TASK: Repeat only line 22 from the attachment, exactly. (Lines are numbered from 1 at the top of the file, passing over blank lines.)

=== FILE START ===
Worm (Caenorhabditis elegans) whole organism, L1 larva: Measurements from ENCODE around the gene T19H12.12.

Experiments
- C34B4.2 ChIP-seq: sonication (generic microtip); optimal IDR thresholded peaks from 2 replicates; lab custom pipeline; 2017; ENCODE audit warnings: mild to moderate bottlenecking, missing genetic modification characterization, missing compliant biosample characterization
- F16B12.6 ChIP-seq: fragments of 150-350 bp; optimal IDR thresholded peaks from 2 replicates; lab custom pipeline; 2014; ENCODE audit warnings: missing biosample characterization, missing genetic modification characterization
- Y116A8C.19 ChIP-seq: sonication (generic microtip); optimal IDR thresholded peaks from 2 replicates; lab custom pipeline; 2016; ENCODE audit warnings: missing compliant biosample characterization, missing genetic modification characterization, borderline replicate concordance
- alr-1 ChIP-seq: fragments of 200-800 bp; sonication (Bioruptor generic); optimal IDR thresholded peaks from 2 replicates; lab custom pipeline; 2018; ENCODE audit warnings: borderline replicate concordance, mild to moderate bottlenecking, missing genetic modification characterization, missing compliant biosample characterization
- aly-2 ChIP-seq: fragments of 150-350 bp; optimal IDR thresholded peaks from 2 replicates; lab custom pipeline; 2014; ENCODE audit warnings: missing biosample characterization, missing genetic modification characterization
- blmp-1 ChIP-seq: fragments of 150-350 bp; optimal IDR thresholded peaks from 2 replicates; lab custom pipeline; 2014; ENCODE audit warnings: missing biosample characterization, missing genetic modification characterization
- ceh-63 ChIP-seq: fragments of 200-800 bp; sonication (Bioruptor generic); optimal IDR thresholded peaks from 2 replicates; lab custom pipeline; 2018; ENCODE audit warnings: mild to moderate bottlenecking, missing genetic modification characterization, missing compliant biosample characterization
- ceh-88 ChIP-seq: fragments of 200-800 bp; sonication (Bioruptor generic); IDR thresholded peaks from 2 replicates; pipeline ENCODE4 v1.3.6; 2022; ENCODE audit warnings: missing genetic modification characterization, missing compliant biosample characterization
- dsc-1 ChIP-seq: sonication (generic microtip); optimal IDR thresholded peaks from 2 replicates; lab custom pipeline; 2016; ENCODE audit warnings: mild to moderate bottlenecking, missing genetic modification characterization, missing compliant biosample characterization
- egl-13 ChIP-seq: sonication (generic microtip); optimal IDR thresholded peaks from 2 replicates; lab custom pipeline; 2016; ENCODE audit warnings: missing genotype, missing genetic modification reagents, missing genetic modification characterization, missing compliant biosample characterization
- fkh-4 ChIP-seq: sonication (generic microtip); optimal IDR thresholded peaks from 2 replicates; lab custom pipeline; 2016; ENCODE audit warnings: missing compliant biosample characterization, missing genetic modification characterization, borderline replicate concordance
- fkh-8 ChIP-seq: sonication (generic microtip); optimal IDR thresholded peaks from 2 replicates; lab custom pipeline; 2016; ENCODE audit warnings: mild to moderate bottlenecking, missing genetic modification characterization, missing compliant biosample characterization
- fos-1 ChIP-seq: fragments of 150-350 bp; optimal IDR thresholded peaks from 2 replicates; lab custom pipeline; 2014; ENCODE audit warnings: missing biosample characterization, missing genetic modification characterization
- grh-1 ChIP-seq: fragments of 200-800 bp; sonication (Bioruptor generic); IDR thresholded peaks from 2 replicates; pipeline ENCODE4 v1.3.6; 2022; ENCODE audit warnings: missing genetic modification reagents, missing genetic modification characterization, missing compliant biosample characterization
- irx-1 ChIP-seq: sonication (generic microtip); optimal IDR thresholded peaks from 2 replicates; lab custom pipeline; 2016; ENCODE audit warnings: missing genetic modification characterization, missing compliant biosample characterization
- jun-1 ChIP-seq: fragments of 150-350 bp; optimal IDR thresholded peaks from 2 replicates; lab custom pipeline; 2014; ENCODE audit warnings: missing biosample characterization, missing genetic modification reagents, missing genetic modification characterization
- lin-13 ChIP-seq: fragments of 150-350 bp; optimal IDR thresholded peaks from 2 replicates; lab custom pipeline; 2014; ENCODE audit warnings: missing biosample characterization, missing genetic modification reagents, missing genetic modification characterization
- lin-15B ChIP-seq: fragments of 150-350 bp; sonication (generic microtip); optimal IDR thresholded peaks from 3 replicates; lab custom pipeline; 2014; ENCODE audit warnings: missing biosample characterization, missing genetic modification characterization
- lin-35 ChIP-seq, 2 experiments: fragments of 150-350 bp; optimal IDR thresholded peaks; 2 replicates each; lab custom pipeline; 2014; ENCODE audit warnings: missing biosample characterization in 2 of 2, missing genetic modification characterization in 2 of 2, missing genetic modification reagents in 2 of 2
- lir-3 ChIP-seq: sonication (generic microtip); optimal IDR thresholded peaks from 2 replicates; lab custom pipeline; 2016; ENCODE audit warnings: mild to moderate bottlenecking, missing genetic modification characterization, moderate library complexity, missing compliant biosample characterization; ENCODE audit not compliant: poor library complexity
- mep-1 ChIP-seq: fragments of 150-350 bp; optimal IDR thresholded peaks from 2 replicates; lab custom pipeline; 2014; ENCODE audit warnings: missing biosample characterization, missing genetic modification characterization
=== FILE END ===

- lir-3 ChIP-seq: sonication (generic microtip); optimal IDR thresholded peaks from 2 replicates; lab custom pipeline; 2016; ENCODE audit warnings: mild to moderate bottlenecking, missing genetic modification characterization, moderate library complexity, missing compliant biosample characterization; ENCODE audit not compliant: poor library complexity